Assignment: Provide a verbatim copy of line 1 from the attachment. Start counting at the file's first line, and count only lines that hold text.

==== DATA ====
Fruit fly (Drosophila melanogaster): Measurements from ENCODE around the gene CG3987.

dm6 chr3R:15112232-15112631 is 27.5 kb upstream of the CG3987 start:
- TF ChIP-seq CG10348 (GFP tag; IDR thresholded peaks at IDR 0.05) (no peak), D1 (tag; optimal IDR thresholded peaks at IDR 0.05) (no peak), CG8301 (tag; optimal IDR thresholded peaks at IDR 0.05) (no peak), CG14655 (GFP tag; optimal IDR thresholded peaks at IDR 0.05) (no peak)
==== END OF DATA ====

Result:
Fruit fly (Drosophila melanogaster): Measurements from ENCODE around the gene CG3987.